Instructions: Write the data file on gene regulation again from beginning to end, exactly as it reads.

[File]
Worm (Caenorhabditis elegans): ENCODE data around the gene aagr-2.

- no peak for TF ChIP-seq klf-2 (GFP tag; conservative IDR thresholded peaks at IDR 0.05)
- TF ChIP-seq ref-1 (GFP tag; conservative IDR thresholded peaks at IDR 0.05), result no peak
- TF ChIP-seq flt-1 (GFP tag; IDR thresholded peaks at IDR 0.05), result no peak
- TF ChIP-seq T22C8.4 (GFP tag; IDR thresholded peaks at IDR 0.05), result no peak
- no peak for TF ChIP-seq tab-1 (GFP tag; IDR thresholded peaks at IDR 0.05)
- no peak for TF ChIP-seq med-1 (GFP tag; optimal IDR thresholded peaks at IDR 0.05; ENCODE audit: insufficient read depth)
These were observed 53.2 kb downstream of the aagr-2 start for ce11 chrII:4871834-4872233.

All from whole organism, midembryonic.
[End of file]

Worm (Caenorhabditis elegans): ENCODE data around the gene aagr-2.

- no peak for TF ChIP-seq klf-2 (GFP tag; conservative IDR thresholded peaks at IDR 0.05)
- TF ChIP-seq ref-1 (GFP tag; conservative IDR thresholded peaks at IDR 0.05), result no peak
- TF ChIP-seq flt-1 (GFP tag; IDR thresholded peaks at IDR 0.05), result no peak
- TF ChIP-seq T22C8.4 (GFP tag; IDR thresholded peaks at IDR 0.05), result no peak
- no peak for TF ChIP-seq tab-1 (GFP tag; IDR thresholded peaks at IDR 0.05)
- no peak for TF ChIP-seq med-1 (GFP tag; optimal IDR thresholded peaks at IDR 0.05; ENCODE audit: insufficient read depth)
These were observed 53.2 kb downstream of the aagr-2 start for ce11 chrII:4871834-4872233.

All from whole organism, midembryonic.